Why Burning Scented Candles Could Be Hazardous To Your Health

Scented candles are a favorite household accessory for many, providing a relaxing effect through aromatherapy and a cozy vibe thanks to their flickering light. They can also mask unwanted smells in the home with their fresh, floral, musky, woody, or fruity scents.

So it's no surprise that candles are big business. Retail sales of candle products are estimated at approximately $3.14 billion annually in the United States, according to a 2013 study (via National Candle Association). Most of those sales — 35% — take place during the winter holidays, and it's estimated that U.S. candle fans have more than 10,000 scents from which to choose. All that candle consumption adds up to more than 1 billion pounds of wax being used each year nationwide.

However, have you ever stopped to think that, as you're burning your favorite candle for hours upon hours, it's not only filling your home with scent but chemicals as well? Depending on what your candle is made of, it could pose a health risk to you and those who live with you. Keep reading to find out why burning scented candles can be hazardous to your health.

Candles emit chemicals when they burn

The majority of affordable candles on the market are made using paraffin wax, which is a byproduct of petroleum. Scented candles made with paraffin wax can have a negative impact on air quality because they emit volatile organic compounds (VOCs) as they burn. The Environmental Protection Agency defines VOCs as "any compound of carbon, excluding carbon monoxide, carbon dioxide, carbonic acid, metallic carbides or carbonates, and ammonium carbonate, which participates in atmospheric photochemical reactions." Some of the VOCs emitted when candles burn include acetone, benzene, and toluene, according to a 2009 study, which have been deemed carcinogens.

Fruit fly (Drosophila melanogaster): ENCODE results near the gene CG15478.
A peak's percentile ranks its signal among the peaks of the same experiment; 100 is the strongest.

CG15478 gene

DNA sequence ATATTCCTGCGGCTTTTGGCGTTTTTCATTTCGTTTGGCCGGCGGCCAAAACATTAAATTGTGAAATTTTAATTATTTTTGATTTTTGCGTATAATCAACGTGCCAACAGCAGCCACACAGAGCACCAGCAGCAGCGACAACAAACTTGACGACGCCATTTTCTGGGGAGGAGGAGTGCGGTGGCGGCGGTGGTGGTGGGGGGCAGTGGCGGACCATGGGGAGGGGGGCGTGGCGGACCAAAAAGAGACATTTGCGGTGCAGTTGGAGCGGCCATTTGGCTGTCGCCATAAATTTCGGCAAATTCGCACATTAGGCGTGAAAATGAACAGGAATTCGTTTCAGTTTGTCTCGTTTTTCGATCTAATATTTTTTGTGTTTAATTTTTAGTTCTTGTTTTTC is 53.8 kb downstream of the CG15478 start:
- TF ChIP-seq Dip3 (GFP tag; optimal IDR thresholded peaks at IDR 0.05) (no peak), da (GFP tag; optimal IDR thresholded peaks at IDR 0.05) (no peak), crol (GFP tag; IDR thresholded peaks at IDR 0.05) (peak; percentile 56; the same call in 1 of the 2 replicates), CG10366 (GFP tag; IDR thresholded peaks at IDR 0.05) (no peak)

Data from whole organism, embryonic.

Inexpensive candles also typically use synthetic fragrances to make them smell good. The problem is that they are made of potentially harmful chemicals, including formaldehyde, alcohol, and esters. These synthetic fragrances can cause unwanted health reactions, according to environmental pollutants expert Anne Steinemann, who acts as the chair of sustainable cities at the University of Melbourne. "I have heard from numerous people who have asthma that they can't even go into a store if the store sells scented candles, even if they aren't being burned," she says via HuffPost. "They emit so much fragrance that they can trigger asthma attacks and even migraines."

Don't ditch your candles just yet

However, don't toss all your scented candles ASAP. "There's conflicting evidence in the literature addressing the question of toxicity in candles," says Mary Brummitt, N.P., a primary care provider from One Medical (via Shape). While there's plenty of information available about the dangers of scented candles, other studies show that, when used under normal circumstances, scented candles don't pose a significant health risk. Generally, the consensus seems to be that the quantity of VOCs produced when burning candles isn't high enough to have any significant health effects, though they may still cause irritation in some people.

While scented candles may not have an immediate negative effect on the average person, there are still precautions you should take. Like everything in life, it's important to use moderation when burning candles. "For a person who lights a candle every day for years or just uses them frequently, inhalation of these dangerous pollutants drifting in the air could contribute to the development of health risks like cancer, common allergies, and even asthma," says Ruhullah Massoudi, a chemistry professor from South Carolina State University (via HuffPost).

When shopping for candles, look for those made with all-natural materials. Candles made of beeswax or soy wax emit fewer VOCs and are safer to burn in your home. Avoid burning candles in small, confined spaces for long periods of time, and consider cracking a window to improve ventilation when possible.